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Josh Rosen: the case for and against

Here’s why the Bills should, or shouldn’t, consider drafting the passer from UCLA

Known for eliciting some steaming hot takes in this year’s NFL draft season, the consensus on UCLA quarterback Josh Rosen nonetheless seems to be that he will be a top-ten pick on April 28th. The Buffalo Bills are hosting Rosen on a pre-draft visit today. What will they see when they evaluate the outspoken passer?


After leading his high school team to a state championship, Rosen decided to stay close to home and committed to UCLA. After an impressive summer of practice, Rosen was named the starting quarterback of the team, making him the freshman to ever start opening weekend for the Bruins. After a stellar freshman campaign where he earned Pac-12 Freshman of the Year honors, hopes were high for Rosen in 2016. Unfortunately, Rosen only made it through six games that season after injuring his shoulder against Arizona State. After a lengthy rehabilitation, Rosen started 2017 as sort of the forgotten man of the quarterback class. Although he led the nation in passing yards and passing touchdowns after five games, he sustained concussions first against Washington and again in UCLA’s finale against UC Berkley. Rosen announced that he would enter the draft on January 3rd, the same day as fellow California quarterback Sam Darnold.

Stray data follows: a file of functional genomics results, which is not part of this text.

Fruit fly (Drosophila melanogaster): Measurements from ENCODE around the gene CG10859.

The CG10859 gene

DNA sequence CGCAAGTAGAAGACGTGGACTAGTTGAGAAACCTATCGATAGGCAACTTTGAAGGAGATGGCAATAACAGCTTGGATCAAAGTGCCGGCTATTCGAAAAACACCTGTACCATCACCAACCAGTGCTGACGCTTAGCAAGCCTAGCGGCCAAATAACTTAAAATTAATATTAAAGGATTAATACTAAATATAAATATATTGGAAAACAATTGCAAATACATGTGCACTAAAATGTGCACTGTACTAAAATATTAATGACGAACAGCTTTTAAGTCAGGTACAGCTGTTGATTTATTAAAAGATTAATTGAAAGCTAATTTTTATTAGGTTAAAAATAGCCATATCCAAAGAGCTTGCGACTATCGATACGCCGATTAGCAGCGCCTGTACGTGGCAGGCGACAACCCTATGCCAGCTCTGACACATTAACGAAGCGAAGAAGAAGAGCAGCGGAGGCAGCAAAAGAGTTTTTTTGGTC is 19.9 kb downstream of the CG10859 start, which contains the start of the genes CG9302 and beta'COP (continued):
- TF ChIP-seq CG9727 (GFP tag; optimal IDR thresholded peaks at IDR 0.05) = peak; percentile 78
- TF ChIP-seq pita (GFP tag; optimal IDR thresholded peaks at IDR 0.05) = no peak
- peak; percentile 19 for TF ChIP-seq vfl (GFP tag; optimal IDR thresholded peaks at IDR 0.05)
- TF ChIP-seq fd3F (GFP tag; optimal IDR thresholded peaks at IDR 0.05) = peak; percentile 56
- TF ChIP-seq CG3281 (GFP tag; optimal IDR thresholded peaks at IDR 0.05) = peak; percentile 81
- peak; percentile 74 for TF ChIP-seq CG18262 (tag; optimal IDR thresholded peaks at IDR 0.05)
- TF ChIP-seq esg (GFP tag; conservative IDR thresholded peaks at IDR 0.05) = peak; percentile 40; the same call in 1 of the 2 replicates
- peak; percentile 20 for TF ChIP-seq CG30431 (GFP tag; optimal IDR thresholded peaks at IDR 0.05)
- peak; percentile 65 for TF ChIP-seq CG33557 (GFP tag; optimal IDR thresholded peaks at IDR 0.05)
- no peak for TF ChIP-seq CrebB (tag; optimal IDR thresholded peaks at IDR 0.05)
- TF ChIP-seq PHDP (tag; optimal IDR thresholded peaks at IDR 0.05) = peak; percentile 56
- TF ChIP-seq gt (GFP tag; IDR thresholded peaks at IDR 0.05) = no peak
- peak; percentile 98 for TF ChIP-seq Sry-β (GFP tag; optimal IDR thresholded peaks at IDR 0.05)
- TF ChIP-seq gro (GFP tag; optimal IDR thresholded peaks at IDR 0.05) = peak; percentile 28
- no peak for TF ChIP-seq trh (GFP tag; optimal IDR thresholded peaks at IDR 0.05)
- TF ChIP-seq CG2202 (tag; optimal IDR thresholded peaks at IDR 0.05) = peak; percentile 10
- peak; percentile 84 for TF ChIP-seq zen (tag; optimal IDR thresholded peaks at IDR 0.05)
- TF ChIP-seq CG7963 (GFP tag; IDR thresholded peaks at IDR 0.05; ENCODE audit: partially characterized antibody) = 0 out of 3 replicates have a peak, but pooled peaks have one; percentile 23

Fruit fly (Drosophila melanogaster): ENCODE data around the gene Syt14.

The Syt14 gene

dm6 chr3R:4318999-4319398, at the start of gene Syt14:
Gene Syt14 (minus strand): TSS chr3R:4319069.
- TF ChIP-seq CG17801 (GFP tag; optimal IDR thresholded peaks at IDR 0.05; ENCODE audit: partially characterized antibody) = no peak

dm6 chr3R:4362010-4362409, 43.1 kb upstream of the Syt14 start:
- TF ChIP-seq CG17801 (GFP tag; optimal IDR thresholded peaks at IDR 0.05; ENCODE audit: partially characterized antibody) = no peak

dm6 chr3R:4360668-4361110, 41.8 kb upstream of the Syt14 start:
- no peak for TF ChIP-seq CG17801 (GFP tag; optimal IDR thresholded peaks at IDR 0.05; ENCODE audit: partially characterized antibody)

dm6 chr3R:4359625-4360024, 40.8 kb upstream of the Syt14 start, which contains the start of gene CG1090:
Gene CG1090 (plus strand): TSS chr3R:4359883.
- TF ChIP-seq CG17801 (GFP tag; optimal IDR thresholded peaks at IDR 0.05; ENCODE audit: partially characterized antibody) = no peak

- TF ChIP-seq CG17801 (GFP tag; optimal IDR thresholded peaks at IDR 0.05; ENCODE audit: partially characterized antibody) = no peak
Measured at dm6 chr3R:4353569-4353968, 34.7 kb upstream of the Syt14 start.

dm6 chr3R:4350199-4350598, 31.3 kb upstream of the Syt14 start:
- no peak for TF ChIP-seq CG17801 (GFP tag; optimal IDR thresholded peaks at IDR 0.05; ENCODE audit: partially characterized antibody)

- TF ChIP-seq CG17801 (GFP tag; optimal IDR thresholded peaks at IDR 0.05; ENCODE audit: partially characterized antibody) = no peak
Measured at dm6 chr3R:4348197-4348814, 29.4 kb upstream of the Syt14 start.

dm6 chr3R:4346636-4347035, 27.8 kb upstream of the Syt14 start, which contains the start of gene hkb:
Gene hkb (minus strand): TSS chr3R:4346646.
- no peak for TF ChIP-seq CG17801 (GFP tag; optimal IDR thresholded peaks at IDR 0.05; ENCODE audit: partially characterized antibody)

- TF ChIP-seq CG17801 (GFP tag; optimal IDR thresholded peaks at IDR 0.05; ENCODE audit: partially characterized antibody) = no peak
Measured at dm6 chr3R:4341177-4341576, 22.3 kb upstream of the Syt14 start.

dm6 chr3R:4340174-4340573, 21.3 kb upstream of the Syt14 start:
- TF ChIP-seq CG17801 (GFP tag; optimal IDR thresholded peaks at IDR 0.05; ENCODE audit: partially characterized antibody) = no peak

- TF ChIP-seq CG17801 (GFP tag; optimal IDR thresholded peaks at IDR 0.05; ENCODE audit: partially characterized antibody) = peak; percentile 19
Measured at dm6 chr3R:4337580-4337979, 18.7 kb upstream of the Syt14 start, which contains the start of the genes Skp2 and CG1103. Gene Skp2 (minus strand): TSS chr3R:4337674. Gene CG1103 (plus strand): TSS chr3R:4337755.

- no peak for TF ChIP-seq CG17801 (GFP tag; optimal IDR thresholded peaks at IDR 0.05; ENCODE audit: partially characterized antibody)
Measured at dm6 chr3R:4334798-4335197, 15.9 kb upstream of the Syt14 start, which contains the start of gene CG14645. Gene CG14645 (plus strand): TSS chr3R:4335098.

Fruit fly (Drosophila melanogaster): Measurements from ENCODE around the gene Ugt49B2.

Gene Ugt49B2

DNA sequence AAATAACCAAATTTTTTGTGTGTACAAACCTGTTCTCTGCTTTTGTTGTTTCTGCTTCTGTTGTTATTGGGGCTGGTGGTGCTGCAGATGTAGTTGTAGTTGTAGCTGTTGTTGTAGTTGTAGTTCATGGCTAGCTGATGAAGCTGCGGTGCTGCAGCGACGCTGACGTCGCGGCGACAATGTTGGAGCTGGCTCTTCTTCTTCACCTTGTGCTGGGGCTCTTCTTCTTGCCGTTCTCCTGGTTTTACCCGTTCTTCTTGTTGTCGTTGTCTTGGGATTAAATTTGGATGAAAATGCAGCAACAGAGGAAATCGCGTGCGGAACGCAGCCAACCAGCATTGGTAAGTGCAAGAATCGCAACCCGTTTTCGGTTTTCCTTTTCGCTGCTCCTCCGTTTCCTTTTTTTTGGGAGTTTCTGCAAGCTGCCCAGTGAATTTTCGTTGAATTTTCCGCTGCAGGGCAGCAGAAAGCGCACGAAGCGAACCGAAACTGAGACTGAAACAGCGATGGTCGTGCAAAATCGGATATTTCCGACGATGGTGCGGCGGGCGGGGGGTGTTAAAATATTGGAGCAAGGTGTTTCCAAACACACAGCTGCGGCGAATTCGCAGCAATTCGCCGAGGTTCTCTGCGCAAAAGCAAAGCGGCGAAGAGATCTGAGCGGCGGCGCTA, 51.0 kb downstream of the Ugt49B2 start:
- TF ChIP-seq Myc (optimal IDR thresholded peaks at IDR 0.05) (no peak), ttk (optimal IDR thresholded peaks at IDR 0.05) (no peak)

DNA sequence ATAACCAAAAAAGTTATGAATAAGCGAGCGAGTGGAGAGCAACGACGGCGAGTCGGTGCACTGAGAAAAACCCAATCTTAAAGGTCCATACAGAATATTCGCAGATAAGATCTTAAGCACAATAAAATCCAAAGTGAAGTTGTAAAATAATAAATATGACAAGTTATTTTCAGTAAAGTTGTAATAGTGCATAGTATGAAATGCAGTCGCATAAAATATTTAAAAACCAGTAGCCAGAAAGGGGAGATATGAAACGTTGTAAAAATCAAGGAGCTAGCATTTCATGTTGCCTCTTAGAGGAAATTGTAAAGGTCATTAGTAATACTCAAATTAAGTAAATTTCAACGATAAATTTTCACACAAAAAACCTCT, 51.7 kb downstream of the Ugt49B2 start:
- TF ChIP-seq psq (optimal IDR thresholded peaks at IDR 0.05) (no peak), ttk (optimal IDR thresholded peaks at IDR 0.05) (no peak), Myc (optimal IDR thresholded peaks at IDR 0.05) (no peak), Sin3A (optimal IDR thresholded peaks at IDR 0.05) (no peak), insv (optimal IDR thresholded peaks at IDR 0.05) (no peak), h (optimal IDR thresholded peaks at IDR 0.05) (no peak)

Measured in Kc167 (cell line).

The case for Rosen

The most pro-ready quarterback in the class, Rosen’s consistent mechanics allow him to deliver the same type of catchable ball on virtually every throw. His feet are in line with his eyes which allows him to throw a consistent spiral, with the right amount of touch. As with Josh Allen, Rosen has significant experience in a system that features pro-style reads and formations. Rosen often throws with anticipation and is able to lead receivers into the open areas of the field on short and intermediate throws. Rosen sports above-average measurables with 6’4”, 226 pounds with 9 7/8 inch hands. He frequently displayed the courage to stand in the pocket and get pounded while delivering the ball.

Rosen clearly has the intelligence, accuracy, and arm strength to work in most systems, although Brian Daboll’s Erhardt-Perkins (E-P) passing offense in particular would fit him like a glove. Rosen’s lack of mobility wouldn’t allow Daboll to run some of his zone-read looks, but his passing talent would more than make up for that deficiency.

The case against Rosen

Rosen’s injury history is extensive and he was never able to finish a college season completely healthy. Not the most mobile player, Rosen will need to develop his pocket presence and footwork if he wants to avoid big hits. Rosen is an inconsistent deep ball thrower. On tape, some of his deep passes tend to flutter. Throughout the 2017 season, Rosen was overly aggressive and pressing too much. In games against Texas A&M, Stanford, and Arizona he threw several ill-advised throws that could have been intercepted.

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